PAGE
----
This post was written by Hub member and Sustainable Economies Law Center Intern Erin Byers. Erin is a third year law student at Golden Gate University and hopes to use her law degree to combat poverty by changing the exploitative structure of the current capitalist economy. She is a native Virginian and hopes to reproduce some of the radical advocacy work she sees in the Bay Area back in her home state.
As a Virginian, I have been in many situations that have harshly exposed me to the reality that poverty in this country is widespread and, far too often, inescapable. Thankfully, through my education, I was also exposed to the academic discipline of political economy which taught me how to question the assumptions we, as a society, make about our economy and which taught me that with courage and creativity change is possible.
Therefore, I decided to go to law school in order to become an advocate for those entrenched in poverty. Additionally, I decided that, while in law school, I should expose myself to the most outside the box (dare I say radical?) thinking about the economy and about how to challenge the exploitative capitalist structure. As part of this education, I am working as an intern for the Sustainable Economies Law Center and trying to develop resources for individuals and organizations who wish to participate in an alternative economy by issuing and administering local currencies.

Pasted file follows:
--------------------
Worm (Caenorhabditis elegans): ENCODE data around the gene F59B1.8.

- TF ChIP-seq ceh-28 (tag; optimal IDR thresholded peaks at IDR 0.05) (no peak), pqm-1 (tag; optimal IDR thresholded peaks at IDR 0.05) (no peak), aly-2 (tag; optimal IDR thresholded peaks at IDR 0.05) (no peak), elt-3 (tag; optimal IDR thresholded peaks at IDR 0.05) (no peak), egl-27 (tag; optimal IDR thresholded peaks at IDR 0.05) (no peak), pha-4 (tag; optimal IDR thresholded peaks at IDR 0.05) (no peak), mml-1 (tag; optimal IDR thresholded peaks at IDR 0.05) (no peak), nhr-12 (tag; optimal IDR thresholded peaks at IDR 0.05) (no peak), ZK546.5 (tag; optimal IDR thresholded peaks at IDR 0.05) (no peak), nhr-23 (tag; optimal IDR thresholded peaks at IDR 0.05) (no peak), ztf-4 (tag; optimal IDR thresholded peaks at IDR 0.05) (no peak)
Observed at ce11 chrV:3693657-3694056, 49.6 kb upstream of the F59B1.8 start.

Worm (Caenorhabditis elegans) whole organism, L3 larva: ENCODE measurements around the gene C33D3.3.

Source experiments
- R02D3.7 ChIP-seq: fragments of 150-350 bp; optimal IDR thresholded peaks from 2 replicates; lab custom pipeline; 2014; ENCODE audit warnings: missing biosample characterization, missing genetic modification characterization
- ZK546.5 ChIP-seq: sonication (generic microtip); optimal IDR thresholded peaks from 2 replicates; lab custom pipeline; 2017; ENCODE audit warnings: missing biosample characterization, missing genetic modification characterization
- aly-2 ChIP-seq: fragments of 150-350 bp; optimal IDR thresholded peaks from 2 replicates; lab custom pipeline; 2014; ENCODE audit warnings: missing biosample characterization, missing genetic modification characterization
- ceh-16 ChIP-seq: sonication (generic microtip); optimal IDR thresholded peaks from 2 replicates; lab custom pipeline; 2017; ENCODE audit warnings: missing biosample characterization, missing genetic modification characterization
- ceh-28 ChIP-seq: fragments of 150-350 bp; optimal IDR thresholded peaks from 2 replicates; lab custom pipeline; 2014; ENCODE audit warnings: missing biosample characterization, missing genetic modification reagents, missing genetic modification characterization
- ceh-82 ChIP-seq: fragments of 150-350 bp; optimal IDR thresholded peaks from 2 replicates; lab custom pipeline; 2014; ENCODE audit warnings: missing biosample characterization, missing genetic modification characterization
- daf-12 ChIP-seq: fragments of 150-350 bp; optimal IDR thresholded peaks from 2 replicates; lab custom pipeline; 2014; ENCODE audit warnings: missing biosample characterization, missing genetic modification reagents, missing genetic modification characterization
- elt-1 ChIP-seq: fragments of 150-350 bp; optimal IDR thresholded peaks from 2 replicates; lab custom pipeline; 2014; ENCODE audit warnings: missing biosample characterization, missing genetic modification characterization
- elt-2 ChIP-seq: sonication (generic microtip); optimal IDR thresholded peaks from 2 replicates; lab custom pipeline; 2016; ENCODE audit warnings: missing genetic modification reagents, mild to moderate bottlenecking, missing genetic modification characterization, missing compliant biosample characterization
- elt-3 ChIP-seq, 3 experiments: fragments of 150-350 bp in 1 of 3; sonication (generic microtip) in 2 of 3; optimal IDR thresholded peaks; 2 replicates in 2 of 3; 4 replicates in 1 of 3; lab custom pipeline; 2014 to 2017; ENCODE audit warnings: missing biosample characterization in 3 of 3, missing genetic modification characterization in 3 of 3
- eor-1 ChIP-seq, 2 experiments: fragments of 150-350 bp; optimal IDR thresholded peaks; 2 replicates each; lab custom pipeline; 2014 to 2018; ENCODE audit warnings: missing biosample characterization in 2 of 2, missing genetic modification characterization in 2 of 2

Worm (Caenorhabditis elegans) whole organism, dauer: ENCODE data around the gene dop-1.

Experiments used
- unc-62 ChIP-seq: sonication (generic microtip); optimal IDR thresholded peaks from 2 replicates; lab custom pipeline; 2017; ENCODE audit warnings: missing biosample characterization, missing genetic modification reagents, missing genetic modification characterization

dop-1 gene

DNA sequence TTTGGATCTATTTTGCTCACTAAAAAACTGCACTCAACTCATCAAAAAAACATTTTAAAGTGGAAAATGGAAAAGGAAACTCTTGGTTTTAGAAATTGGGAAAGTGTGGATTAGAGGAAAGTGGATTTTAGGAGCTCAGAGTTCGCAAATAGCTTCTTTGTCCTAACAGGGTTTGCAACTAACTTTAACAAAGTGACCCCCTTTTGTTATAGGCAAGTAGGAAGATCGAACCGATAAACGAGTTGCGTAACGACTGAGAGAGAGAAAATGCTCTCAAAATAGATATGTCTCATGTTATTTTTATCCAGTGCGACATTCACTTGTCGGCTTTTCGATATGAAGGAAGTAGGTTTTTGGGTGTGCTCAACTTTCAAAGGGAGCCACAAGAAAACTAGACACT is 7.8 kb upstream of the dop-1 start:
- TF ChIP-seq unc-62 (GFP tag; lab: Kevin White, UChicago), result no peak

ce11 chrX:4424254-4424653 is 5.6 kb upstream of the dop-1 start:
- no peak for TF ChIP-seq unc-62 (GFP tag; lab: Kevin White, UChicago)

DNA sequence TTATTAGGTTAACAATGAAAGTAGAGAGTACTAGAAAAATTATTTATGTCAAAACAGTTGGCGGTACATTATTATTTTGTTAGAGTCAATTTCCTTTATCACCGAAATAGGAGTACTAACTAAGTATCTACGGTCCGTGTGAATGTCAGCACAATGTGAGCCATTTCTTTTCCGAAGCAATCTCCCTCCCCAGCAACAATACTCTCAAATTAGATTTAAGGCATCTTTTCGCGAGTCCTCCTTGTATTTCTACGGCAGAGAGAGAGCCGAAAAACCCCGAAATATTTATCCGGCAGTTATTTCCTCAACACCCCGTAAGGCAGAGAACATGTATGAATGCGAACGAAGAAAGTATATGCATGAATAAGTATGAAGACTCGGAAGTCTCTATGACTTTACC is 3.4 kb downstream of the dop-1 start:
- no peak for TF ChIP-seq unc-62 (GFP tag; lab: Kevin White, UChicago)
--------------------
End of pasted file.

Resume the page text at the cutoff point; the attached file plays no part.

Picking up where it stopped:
This is where the Hub comes in. It is full of advocates and activists. I receive emails constantly about the exciting and inspiring causes Hub members are promoting and the events they are holding in furtherance of that promotion. The atmosphere is completely open and friendly. We listen to music and help ourselves to coffee and tea all day long. It encourages discussion which fosters cooperation and synergy among advocates and activists of a plethora of social issues. Consequently, it provides a great environment for someone who wants to learn how to be an advocate, contribute to the community and hopefully, change the world for the better.
It is so incredibly important to see this advocacy and activism on a daily basis because, without this exposure, it is very easy to get lost in your daily routine and forget about why you do work for the community in the first place. This is especially true of law school where so many hours are spent in the library that one is afraid they will melt if exposed to the sun. Therefore, the Hub has strengthened my resolve to fight against poverty and change the economic structure for two main reasons. First, it has provided a casual environment where I feel like I am doing good and interesting advocacy rather than actually “working.” Secondly, the excitement and synergy in the air has given me inspiration enough to feel optimistic about the possibility of achieving my goals.